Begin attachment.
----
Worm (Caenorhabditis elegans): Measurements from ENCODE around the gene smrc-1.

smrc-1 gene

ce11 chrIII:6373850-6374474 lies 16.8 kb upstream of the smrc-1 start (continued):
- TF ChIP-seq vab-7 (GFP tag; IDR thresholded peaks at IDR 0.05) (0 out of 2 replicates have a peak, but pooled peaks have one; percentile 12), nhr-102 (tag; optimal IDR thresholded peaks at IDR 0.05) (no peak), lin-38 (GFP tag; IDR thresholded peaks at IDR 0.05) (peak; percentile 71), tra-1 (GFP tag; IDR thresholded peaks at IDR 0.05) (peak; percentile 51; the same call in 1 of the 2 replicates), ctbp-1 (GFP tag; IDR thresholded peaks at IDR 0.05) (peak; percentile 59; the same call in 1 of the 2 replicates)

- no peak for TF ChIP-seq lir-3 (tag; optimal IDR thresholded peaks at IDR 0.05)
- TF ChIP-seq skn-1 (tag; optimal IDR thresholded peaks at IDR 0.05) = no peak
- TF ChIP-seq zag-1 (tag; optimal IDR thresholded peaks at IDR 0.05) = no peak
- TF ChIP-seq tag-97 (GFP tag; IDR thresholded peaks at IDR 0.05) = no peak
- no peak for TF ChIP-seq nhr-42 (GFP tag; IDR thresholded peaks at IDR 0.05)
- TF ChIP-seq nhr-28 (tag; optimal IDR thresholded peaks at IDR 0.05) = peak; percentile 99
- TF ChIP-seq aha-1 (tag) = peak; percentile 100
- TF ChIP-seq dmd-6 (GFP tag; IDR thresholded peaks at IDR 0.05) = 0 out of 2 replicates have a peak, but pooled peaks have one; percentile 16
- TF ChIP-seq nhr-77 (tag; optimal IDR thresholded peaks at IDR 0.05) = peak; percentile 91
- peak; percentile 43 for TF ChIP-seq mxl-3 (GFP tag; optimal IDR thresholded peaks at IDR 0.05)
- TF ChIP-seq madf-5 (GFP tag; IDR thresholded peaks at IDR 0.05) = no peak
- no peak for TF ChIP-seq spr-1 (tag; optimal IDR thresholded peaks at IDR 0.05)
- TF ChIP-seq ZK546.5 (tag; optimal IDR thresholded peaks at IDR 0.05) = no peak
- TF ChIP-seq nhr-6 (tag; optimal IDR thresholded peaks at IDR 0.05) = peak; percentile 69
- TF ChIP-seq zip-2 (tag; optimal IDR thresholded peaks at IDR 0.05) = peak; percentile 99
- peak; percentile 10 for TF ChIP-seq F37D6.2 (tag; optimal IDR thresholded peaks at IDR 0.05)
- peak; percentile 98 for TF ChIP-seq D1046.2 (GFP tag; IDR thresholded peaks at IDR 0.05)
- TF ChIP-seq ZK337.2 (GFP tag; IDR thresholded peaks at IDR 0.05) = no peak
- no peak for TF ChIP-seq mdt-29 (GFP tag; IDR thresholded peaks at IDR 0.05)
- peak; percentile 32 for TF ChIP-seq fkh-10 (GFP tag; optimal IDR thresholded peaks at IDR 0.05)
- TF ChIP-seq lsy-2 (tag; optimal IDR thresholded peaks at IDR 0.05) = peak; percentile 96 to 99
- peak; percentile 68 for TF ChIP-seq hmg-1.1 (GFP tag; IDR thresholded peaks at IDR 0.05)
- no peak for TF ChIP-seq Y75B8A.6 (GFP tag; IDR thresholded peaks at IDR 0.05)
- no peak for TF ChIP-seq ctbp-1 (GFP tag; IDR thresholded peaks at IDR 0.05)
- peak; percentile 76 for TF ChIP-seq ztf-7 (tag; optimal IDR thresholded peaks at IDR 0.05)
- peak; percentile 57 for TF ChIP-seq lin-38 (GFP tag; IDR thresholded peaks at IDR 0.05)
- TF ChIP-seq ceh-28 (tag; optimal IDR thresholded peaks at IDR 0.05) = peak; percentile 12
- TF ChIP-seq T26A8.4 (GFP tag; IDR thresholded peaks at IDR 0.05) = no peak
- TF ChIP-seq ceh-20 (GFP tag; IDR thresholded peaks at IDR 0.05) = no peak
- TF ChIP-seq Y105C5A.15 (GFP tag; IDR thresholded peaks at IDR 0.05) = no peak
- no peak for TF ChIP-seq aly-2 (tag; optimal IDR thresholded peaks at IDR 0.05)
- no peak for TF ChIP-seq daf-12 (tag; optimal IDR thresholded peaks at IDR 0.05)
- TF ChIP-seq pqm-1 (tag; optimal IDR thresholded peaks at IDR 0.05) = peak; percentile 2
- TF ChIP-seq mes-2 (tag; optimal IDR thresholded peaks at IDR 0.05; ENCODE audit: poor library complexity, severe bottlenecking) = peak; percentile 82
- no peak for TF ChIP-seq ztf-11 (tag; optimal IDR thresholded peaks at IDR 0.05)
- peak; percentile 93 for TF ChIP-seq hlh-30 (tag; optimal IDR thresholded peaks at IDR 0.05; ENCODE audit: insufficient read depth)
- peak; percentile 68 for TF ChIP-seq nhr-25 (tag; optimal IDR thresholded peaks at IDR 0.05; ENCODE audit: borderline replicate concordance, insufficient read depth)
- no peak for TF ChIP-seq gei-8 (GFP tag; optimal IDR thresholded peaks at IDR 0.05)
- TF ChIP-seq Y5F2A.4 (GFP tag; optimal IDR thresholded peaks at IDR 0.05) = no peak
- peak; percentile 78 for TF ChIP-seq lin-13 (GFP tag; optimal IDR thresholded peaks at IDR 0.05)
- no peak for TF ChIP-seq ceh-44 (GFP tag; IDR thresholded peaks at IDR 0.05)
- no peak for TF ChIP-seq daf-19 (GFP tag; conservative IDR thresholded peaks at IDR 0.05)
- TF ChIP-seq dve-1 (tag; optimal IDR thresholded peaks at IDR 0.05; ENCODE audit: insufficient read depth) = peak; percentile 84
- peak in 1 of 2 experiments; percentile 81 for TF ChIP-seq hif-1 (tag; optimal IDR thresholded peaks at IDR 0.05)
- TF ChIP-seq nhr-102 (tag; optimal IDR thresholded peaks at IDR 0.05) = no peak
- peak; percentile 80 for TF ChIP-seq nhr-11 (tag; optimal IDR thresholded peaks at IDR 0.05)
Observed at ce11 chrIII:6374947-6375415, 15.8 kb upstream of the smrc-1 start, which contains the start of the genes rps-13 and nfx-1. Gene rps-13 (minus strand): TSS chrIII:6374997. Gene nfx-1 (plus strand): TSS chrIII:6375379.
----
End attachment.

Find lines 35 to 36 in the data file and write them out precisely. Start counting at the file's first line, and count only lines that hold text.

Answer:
- no peak for TF ChIP-seq aly-2 (tag; optimal IDR thresholded peaks at IDR 0.05)
- no peak for TF ChIP-seq daf-12 (tag; optimal IDR thresholded peaks at IDR 0.05)